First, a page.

19 Burst results for "San Francisco Estuary Institute"

"san francisco estuary institute" Discussed on KCRW

KCRW

03:57 min | 1 year ago

"san francisco estuary institute" Discussed on KCRW

"A huge crisis. Leticia Grenier is a senior scientist at the San Francisco Estuary Institute and Ecological Science Group were standing next to a marsh. That's a magnet for wildlife. Right now. We're looking at water birds from basically all over the Western Hemisphere. This muddy stretch of low lying plants is also a barrier against the water. These marshes are knocking down the waves. They're absorbing the water, and they're really helping create flood risk management. On the shore, which is critical for many billions of dollars of infrastructure as well as neighborhoods and other communities along the shoreline, Grenier says about 90% of the base marshes have been filled in. Ah lot need to be restored to protect the shoreline from rising seas, which could go up between three and six ft by the end of the century, But even after they get restored The marshes will still need mud to keep up with sea level rise. The muddy water that comes in with every tide helps build it up. If the wetlands don't have that they basically drown. They get lower and lower relative to how high the water is green here and her colleagues found that San Francisco Bay will likely need more than 500 million metric tons of sediment by the end of the century to deal with climate change. Natural supply will fall short of that only one third to one half of what's needed. But there is a potential source of mud just nearby. Every year. Thousands of ships come into San Francisco Bay following navigation channels, The federal Army Corps of Engineers is responsible for dredging them, collecting millions of cubic yards of mud every year. Tessa Beach who works at the core San Francisco district, says they do get requests to use that money for restoration projects. I don't disagree. I think you know, dredge material should be viewed as a really valuable commodity in that regard, but she says federal rules require them to pick the cheapest option to get rid of it. Which usually means just dumping it often out in the Pacific Ocean. It is frustrating that this has been decades of trying to solve this problem. Amy Hustle is with the California Coastal Conservancy, a state agency that works on restoration. She says. The only way for states to get this dredged mud is to pay the extra cost of moving it dumping. It may be cheaper, but that ignores the longer term benefits of preventing flooding, she says. So we're just going to be seeing erosion. Bar shorelines and mudflats and marshes. Unless we start doing things differently, with settlement that could be changing. Soon. Last year, Congress passed a law that told the Army Corps of Engineers to consider the environmental benefits of using mud. Including to prepare for climate change. The agency says it plans to release new rules on using mud by August. Lauren Sommer NPR news Jose Lopez has spent most of his career behind the bar serving drinks to customers from all over the country. You know, bartender is three greatest thing if you like what you do. You put so much into it. It is the best job out there who worked at Main Street Station, a casino on the Las Vegas Strip for 23 years. Macy's. This is one of those casinos who Everybody is so wrong with the customers and it's like a family and that everybody knows everybody on when we see the customer. We haven't seen it before. We're trying to know her. And and those people come back again. Hawaiians of the primary customers that we have amazed through the weeds to have a main street. Not only the Hawaiians but because when you create a connection with the customer, they come from all over the country to be all rights from Boston from Massachusetts from Michigan from Ohio, So that's one of the things that they're I love the most. A missing try. Now. Casinos, hotels and restaurants.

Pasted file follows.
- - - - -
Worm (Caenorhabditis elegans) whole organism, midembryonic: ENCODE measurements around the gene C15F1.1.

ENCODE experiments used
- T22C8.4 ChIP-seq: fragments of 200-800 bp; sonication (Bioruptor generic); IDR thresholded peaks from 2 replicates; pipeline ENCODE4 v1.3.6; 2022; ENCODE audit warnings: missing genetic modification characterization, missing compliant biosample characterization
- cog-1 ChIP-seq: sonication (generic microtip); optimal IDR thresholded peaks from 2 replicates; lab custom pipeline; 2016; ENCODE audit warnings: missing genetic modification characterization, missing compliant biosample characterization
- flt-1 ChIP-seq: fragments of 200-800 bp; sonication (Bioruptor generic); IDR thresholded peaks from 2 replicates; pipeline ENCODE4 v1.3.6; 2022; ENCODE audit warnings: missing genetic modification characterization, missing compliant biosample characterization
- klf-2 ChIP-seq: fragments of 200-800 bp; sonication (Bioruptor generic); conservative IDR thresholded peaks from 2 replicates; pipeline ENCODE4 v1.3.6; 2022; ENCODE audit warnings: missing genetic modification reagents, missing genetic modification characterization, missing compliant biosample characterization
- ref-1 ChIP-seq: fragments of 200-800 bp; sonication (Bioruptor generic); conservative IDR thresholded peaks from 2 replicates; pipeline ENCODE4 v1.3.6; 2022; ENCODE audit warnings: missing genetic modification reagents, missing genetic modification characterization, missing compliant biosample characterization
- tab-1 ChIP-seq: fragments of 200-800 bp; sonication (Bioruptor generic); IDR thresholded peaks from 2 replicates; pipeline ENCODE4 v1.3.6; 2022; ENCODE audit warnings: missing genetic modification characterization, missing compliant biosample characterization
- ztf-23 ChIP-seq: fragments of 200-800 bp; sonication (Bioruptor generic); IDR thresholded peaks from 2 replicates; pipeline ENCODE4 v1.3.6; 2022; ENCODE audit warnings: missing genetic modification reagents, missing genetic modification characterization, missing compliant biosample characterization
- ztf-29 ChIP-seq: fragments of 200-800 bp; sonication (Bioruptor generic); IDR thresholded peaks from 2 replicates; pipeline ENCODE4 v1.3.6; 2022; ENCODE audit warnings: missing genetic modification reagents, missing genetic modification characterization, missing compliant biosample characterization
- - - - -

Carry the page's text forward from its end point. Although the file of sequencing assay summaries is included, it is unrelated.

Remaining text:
Jose Lopez Leticia Grenier Lauren Sommer Amy Hustle California Coastal Conservancy Pacific Ocean Massachusetts Michigan Congress Las Vegas Strip Ohio San Francisco Estuary Institut San Francisco Bay 23 years San Francisco August Grenier Last year Boston Thousands of ships